In ancient times, mediation was a completely voluntary process. The core issues of the dispute were understood and discussed during the meetings without any compulsion. Now in some jurisdictions, this process has become mandatory before resorting to litigation[4]. The aim is not to coercively make the parties arrive at a solution but to compel them to try mediation to resolve the issue at hand. The concern is to amicably arrive at the desired solution, even if it may not be through the desired procedure. There are dedicated mediation centres that are operating today even in the court’s premises.

Technology has played a considerable role in transcending the boundaries of the physical world. As the COVID-19 pandemic raged across the world, e-meditation was opted for by the parties. Parties communicate with the mediators through video conferencing platforms. This has proved to be a success due to globalisation and cross-country trades, businesses, etc.


In other available options under Alternate Dispute Resolution (ADR) like conciliation and arbitration, the third party plays an active role in the facilitation. They provide their own opinions after assessing the dispute. On the other hand, mediation gives the parties tremendous scope to structure their desired terms of a customised settlement. It keeps the parties insulated from the stringent rule of law.[5]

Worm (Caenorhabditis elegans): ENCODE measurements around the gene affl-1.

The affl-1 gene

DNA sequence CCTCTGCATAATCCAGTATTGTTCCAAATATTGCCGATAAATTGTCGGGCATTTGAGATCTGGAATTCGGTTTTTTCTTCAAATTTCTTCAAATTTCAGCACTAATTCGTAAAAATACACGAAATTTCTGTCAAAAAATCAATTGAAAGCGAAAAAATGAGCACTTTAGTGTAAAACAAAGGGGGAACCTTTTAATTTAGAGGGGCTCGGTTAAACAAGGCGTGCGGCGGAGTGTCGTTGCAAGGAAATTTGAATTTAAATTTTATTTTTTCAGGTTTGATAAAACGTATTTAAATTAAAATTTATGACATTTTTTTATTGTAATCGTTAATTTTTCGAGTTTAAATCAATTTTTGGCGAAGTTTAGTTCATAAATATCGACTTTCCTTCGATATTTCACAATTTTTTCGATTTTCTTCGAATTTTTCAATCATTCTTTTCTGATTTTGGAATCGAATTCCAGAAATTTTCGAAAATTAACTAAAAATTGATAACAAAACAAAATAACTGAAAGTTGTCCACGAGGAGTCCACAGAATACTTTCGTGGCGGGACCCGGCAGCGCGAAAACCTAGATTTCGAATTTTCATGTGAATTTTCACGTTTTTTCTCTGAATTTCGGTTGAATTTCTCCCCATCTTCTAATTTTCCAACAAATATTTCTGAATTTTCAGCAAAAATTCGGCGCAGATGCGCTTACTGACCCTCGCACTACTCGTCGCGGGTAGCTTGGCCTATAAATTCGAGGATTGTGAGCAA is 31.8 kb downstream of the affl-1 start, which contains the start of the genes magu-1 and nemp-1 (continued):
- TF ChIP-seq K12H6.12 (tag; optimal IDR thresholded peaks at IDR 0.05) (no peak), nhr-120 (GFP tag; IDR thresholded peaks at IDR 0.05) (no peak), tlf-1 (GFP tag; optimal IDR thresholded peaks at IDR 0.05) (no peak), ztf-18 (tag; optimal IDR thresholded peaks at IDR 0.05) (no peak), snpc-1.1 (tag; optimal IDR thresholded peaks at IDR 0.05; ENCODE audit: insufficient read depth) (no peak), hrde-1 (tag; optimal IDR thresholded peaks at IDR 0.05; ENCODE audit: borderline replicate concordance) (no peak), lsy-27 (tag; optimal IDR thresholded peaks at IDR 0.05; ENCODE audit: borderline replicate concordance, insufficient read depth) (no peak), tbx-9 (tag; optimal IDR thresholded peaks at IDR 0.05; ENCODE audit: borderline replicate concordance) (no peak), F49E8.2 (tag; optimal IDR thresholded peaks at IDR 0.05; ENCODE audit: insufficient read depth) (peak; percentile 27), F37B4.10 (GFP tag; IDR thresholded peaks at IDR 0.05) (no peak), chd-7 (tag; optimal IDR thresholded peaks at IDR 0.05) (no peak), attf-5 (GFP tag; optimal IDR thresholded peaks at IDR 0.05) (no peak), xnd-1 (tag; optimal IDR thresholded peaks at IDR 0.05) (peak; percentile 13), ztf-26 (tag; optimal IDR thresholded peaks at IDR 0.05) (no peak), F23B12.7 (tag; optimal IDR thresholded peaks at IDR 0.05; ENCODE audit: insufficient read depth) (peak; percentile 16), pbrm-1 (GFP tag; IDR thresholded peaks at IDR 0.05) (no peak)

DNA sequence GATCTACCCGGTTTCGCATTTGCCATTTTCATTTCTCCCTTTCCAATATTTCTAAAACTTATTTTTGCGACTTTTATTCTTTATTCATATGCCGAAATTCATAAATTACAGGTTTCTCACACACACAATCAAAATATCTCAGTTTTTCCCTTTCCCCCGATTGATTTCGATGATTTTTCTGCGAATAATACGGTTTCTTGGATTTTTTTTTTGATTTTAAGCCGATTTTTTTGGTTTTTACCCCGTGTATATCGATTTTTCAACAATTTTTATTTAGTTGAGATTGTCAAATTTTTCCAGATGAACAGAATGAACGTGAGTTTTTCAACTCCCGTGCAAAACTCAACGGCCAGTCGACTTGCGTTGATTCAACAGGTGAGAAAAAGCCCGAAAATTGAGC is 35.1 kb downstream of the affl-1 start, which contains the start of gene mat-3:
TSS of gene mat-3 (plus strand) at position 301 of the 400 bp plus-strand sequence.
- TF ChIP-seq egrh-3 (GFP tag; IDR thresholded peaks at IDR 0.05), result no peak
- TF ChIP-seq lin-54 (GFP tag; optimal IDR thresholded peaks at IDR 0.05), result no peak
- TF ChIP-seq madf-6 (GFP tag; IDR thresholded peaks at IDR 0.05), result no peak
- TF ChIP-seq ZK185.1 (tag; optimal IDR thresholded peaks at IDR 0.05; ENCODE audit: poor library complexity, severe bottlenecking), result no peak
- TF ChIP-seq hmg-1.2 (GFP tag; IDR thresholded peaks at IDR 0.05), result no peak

The courts are overburdened from the backlog of cases and coupled with it is the tedious trial process of counter questioning, contentions and allegations. This delays judgement for a very long time. Whereas mediation on the other hand is a rapid process, the mediator adheres to the cause and effect and even the parties have due consideration for each other’s time. Thus, it saves both cost and time. As mediation is an informal process, the parties can back out anytime they wish to and it is upon the parties to accept or reject the terms. The principle of mediation is unanimity. This is what differentiates this process from any court structure where the pronounced judgement is binding upon everyone regardless of their subjective opinions.